JEFFERSON CITY, Mo. — A staffing shortage in the face of increased demand is one of the largest obstacles for the Missouri Department of Mental Health (DMH), Director of Behavioral Health Nora Bock told lawmakers Wednesday.
The COVID-19 pandemic impacted an already struggling workforce, Bock said, with burnout and low wages taking their toll on the department over the past year.
“Our crisis in the facilities is staffing — those that have stuck with it through the pandemic have been incredible,” Bock said. “There’s a lot of folks out there who need to put food on the table, and they’ve got to go where the money is.”
DMH Director Mark Stringer said staffing was a root issue as more people look at mental health in the wake of the pandemic: While the department hopes to expand its services through new health centers, he said the department would struggle to staff them without an increase in wages.
Missouri ranks No. 12 in need for mental health services but No. 31 in access, according to Stringer.
Stringer and Bock appeared before the House Subcommittee on Mental Health Policy Research for more than three hours Wednesday to discuss the challenges faced by the department and potential next steps.
Stringer pointed to the influx of federal funds coming into the state, a portion of which may be used to build out intermediate rehabilitation centers to lighten the load on hospitals.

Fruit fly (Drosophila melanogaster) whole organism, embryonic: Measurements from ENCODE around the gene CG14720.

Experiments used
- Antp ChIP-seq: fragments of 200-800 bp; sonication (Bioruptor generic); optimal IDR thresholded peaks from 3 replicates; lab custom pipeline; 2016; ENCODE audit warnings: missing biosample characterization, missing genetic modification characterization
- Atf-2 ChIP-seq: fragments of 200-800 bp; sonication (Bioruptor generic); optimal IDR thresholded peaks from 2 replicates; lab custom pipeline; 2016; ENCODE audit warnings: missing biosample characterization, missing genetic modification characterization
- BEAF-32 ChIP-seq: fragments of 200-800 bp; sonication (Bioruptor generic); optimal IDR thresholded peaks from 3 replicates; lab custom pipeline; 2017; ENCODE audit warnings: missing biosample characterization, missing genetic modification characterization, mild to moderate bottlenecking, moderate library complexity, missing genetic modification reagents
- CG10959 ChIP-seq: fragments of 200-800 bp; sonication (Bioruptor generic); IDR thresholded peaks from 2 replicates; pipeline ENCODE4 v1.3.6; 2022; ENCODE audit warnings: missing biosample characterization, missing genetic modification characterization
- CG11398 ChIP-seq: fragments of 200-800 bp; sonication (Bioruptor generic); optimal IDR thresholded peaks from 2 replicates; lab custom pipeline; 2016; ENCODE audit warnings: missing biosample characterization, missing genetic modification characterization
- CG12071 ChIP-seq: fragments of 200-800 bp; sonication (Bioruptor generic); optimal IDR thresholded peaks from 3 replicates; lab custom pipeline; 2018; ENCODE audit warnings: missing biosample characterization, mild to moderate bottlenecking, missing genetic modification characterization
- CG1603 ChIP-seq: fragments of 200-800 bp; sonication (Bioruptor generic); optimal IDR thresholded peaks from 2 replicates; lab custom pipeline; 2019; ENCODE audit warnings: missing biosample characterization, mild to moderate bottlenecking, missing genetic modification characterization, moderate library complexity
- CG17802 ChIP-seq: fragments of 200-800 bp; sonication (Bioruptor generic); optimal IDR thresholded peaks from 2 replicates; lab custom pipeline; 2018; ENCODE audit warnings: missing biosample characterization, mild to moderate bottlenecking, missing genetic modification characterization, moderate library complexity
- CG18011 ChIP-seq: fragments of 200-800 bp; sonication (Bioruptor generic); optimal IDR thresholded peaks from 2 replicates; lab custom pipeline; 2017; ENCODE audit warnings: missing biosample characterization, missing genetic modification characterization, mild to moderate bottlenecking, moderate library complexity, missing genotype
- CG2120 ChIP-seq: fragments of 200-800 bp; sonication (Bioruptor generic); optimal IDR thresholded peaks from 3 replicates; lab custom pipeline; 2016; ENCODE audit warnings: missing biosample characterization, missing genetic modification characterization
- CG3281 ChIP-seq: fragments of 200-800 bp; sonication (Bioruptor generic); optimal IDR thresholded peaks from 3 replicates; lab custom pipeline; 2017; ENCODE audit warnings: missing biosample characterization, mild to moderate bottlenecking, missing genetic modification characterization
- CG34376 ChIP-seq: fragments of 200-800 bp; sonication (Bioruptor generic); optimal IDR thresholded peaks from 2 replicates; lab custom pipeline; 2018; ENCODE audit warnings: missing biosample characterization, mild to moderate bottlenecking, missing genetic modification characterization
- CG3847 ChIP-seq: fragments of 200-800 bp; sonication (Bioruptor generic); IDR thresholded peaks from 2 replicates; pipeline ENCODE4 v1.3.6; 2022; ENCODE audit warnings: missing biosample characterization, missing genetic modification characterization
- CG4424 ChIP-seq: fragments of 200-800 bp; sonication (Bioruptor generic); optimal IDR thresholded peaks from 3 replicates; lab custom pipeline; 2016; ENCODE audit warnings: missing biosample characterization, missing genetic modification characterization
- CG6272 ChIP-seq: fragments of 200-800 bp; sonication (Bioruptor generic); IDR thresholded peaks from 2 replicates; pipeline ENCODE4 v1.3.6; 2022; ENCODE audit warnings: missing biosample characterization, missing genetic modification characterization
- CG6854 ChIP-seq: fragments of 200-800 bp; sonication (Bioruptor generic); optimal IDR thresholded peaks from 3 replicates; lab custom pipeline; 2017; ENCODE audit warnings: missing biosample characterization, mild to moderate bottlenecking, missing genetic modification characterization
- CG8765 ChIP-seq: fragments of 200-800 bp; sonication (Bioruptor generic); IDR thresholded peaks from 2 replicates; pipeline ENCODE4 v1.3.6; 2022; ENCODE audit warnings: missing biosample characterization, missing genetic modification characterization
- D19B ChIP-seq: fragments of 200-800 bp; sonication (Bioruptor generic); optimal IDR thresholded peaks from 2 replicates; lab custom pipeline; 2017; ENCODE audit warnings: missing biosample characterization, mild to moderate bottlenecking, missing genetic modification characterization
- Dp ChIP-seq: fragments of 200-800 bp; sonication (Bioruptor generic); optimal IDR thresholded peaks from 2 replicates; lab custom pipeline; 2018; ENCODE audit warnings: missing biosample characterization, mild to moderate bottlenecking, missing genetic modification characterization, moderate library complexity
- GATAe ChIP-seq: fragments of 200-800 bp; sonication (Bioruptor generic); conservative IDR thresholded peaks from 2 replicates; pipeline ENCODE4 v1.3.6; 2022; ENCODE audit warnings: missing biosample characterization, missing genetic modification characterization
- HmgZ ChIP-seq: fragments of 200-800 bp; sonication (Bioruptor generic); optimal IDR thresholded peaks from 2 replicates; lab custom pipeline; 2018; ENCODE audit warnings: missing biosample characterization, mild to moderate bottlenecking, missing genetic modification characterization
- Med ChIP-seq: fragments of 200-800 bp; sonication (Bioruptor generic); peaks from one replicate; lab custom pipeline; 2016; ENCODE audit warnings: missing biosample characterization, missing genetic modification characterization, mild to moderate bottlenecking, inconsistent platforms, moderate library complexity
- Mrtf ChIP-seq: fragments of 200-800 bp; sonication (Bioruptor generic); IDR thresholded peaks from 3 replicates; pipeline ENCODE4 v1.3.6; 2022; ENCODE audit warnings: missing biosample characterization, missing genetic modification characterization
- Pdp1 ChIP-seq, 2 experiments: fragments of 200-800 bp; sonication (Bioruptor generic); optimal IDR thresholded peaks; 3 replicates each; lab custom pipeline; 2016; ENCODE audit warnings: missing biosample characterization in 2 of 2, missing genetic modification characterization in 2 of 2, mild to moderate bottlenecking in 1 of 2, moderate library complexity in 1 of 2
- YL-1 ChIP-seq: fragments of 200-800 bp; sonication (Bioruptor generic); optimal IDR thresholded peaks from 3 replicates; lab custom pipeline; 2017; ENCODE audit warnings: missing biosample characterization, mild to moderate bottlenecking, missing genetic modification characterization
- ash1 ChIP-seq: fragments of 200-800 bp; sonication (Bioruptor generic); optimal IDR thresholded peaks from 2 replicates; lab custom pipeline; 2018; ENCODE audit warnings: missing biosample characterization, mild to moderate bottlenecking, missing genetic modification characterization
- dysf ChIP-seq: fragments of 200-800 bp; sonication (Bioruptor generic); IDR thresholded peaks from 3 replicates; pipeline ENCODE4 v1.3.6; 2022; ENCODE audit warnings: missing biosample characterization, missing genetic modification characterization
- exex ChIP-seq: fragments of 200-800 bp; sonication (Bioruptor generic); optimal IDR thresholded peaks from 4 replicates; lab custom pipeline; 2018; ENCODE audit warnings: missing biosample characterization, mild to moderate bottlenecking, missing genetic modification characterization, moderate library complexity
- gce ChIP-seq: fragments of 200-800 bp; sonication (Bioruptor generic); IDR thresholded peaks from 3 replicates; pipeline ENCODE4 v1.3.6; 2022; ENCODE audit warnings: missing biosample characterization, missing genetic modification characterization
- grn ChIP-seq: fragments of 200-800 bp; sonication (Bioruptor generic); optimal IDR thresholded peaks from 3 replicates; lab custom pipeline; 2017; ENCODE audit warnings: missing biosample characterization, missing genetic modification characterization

“Every few years we pull people together to find a solution to this, and it seems every time we do the bottom falls out of the economy and we don’t have money to do stuff with — today, it may be a little different,” Stringer said. “We’re looking at some things and hope to come back with at least partial solutions to that problem.”
The pair said some of the federal COVID-19 relief grants allocated to the department were time-limited and changes were likely to come quickly. Much of the federal funds will go toward opioid overdose and suicide prevention, Bock said.
The department also hopes to invest funds into the state’s telehealth system. Bock said the new technology was a “game-changer” for patients and providers throughout the pandemic, allowing patients to continue receiving services without traveling or risking contracting the virus. The way telehealth programs are run is likely to change as studies and data on best practices become available, Bock said.
Telehealth is a focal point of the House Special Interim Committee on Broadband Development, which is scheduled to hear testimony from health care providers later this month. Grants from the Federal Communications Commission (FCC) COVID-19 Telehealth Program have also been awarded to SSM Health St. Louis and the Health Care Collaborative of Rural Missouri to bolster their telehealth programs.
Committee Chair Rep. Wayne Wallingford said the hearing put the committee on the “right track” to propose legislation next session. Wallingford said the committee would hear directly from statewide mental health institutions at another hearing later this month.
Cameron Gerber studied journalism at Lincoln University. Prior to Lincoln, he earned an associate’s degree from State Fair Community College. Cameron is a native of Eldon, Missouri.
Contact Cameron at firstname.lastname@example.org.